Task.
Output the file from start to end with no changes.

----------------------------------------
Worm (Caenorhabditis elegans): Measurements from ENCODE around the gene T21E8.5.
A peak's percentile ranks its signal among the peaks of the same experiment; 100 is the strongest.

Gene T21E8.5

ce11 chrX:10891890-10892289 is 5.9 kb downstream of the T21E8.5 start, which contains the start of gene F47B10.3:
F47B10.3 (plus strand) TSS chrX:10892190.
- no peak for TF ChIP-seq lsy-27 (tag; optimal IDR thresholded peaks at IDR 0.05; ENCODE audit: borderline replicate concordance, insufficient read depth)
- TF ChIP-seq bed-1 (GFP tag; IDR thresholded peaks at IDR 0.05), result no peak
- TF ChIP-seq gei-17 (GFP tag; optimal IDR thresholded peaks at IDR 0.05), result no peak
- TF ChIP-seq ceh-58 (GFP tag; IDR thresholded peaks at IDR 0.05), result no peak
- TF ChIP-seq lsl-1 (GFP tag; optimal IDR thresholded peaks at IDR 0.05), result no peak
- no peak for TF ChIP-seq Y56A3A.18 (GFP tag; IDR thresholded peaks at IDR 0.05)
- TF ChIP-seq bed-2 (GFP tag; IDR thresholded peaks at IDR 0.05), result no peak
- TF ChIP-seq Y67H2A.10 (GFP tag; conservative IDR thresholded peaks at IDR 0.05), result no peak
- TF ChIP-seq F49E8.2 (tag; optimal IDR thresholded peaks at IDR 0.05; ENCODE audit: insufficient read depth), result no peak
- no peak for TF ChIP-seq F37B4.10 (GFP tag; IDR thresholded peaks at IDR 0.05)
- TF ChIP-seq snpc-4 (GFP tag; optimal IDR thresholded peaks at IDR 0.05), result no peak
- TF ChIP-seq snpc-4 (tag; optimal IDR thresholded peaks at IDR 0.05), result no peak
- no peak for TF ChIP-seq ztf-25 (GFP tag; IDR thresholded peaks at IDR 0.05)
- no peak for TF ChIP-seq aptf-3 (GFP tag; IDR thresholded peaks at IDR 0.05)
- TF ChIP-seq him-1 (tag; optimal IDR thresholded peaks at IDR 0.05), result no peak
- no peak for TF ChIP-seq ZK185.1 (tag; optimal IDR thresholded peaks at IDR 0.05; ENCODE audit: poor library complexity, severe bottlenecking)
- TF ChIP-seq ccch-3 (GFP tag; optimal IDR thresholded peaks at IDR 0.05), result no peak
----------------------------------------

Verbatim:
Worm (Caenorhabditis elegans): Measurements from ENCODE around the gene T21E8.5.
A peak's percentile ranks its signal among the peaks of the same experiment; 100 is the strongest.

Gene T21E8.5

ce11 chrX:10891890-10892289 is 5.9 kb downstream of the T21E8.5 start, which contains the start of gene F47B10.3:
F47B10.3 (plus strand) TSS chrX:10892190.
- no peak for TF ChIP-seq lsy-27 (tag; optimal IDR thresholded peaks at IDR 0.05; ENCODE audit: borderline replicate concordance, insufficient read depth)
- TF ChIP-seq bed-1 (GFP tag; IDR thresholded peaks at IDR 0.05), result no peak
- TF ChIP-seq gei-17 (GFP tag; optimal IDR thresholded peaks at IDR 0.05), result no peak
- TF ChIP-seq ceh-58 (GFP tag; IDR thresholded peaks at IDR 0.05), result no peak
- TF ChIP-seq lsl-1 (GFP tag; optimal IDR thresholded peaks at IDR 0.05), result no peak
- no peak for TF ChIP-seq Y56A3A.18 (GFP tag; IDR thresholded peaks at IDR 0.05)
- TF ChIP-seq bed-2 (GFP tag; IDR thresholded peaks at IDR 0.05), result no peak
- TF ChIP-seq Y67H2A.10 (GFP tag; conservative IDR thresholded peaks at IDR 0.05), result no peak
- TF ChIP-seq F49E8.2 (tag; optimal IDR thresholded peaks at IDR 0.05; ENCODE audit: insufficient read depth), result no peak
- no peak for TF ChIP-seq F37B4.10 (GFP tag; IDR thresholded peaks at IDR 0.05)
- TF ChIP-seq snpc-4 (GFP tag; optimal IDR thresholded peaks at IDR 0.05), result no peak
- TF ChIP-seq snpc-4 (tag; optimal IDR thresholded peaks at IDR 0.05), result no peak
- no peak for TF ChIP-seq ztf-25 (GFP tag; IDR thresholded peaks at IDR 0.05)
- no peak for TF ChIP-seq aptf-3 (GFP tag; IDR thresholded peaks at IDR 0.05)
- TF ChIP-seq him-1 (tag; optimal IDR thresholded peaks at IDR 0.05), result no peak
- no peak for TF ChIP-seq ZK185.1 (tag; optimal IDR thresholded peaks at IDR 0.05; ENCODE audit: poor library complexity, severe bottlenecking)
- TF ChIP-seq ccch-3 (GFP tag; optimal IDR thresholded peaks at IDR 0.05), result no peak